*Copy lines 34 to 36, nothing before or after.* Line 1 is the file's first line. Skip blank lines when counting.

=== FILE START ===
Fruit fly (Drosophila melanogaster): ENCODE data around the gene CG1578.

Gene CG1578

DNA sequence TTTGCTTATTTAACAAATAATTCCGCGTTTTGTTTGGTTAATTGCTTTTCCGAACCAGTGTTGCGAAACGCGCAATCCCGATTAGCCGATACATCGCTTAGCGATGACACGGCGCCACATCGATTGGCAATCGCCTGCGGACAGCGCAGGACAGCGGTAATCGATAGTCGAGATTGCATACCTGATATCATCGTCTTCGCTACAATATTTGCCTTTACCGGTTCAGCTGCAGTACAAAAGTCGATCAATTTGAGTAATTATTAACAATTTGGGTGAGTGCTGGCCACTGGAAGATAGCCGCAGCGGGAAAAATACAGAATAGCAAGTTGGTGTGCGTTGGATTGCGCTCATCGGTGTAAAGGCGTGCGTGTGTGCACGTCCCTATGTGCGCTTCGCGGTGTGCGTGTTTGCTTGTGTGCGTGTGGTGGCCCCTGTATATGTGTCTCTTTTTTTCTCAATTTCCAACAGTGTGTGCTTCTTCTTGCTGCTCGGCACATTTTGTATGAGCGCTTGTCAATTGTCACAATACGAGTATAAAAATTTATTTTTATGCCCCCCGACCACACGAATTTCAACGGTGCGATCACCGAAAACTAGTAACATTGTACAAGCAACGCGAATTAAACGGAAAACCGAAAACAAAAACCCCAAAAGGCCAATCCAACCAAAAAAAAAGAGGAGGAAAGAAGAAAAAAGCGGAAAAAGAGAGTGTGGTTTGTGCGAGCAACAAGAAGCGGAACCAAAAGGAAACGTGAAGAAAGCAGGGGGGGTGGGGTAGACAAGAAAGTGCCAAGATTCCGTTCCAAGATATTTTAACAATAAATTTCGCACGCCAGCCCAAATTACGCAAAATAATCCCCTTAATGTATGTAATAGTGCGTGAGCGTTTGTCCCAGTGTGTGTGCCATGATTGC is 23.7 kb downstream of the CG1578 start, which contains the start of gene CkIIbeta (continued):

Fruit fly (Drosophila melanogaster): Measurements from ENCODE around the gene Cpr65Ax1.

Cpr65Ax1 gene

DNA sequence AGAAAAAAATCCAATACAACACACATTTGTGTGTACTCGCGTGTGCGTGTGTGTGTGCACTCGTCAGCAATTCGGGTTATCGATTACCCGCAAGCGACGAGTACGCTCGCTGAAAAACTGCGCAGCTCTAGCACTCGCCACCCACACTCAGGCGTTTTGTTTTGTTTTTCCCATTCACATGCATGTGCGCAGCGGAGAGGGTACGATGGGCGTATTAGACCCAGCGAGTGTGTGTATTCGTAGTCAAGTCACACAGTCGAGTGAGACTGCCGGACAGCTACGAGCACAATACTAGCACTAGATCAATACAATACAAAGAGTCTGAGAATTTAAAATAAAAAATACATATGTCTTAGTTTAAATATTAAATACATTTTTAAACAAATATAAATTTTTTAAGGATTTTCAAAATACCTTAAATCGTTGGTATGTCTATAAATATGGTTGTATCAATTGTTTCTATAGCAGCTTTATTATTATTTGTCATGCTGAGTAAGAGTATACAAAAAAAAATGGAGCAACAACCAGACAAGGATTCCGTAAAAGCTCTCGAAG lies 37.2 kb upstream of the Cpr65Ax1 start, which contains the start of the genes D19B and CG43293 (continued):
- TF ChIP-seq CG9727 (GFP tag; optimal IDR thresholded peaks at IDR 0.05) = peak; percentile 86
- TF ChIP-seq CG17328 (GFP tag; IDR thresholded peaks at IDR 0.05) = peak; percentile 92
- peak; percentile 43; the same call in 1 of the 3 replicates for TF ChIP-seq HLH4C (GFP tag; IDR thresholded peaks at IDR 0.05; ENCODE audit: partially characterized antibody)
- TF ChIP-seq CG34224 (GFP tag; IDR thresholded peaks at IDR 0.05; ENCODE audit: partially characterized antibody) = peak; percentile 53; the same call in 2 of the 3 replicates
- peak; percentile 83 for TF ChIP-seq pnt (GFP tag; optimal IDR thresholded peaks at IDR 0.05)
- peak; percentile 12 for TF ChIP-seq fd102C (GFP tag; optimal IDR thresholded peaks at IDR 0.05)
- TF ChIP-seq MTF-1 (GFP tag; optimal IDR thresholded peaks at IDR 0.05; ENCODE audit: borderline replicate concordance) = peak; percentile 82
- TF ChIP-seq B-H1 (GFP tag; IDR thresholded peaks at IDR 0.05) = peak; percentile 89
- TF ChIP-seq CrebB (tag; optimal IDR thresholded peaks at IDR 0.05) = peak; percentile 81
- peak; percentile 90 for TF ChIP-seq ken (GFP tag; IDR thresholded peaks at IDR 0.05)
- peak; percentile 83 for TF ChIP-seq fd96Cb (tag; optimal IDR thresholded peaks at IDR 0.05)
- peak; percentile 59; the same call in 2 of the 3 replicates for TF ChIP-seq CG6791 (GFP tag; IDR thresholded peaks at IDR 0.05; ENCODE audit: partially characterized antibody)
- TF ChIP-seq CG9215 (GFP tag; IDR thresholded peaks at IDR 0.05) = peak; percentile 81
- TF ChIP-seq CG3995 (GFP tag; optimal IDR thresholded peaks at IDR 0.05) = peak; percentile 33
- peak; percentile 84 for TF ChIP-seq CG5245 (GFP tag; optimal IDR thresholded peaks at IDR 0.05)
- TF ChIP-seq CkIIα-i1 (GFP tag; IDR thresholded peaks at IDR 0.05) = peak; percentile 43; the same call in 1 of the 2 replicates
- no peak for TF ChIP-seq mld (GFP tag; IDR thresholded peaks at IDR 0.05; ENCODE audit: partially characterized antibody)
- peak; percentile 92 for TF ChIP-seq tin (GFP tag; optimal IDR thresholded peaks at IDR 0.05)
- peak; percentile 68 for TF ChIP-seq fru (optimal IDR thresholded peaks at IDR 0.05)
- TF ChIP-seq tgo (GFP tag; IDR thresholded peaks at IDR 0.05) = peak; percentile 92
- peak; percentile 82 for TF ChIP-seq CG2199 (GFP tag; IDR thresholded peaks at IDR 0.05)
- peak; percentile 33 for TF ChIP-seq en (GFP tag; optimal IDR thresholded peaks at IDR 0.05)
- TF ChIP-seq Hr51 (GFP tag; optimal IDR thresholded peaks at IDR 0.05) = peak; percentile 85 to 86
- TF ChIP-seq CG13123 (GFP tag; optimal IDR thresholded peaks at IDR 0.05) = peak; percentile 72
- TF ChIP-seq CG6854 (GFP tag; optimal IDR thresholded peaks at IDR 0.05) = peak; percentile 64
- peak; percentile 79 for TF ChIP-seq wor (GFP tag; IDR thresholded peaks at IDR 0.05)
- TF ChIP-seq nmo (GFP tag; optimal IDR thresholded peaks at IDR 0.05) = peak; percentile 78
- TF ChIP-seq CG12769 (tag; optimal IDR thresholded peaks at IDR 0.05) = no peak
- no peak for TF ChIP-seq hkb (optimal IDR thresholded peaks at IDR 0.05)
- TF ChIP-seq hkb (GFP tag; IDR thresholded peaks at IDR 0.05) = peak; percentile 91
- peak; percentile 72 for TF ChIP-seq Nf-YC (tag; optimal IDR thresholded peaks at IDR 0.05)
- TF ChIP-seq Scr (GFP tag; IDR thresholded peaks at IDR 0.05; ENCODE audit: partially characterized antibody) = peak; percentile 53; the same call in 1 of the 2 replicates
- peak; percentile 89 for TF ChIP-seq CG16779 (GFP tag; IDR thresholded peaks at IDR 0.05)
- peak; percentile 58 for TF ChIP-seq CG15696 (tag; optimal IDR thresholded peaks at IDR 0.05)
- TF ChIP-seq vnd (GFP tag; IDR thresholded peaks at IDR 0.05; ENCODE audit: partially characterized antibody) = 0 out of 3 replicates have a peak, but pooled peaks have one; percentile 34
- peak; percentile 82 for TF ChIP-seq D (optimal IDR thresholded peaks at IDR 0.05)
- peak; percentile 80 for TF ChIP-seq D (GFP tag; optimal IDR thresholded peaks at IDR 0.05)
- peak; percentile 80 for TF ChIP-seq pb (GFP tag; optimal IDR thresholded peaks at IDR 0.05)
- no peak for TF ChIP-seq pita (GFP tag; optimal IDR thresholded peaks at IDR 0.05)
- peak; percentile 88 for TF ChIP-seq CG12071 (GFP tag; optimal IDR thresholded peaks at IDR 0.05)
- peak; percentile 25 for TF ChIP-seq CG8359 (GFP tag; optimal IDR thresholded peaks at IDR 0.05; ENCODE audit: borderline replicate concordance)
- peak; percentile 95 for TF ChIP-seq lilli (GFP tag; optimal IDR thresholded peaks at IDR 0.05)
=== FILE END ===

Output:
- TF ChIP-seq CG12769 (tag; optimal IDR thresholded peaks at IDR 0.05) = no peak
- no peak for TF ChIP-seq hkb (optimal IDR thresholded peaks at IDR 0.05)
- TF ChIP-seq hkb (GFP tag; IDR thresholded peaks at IDR 0.05) = peak; percentile 91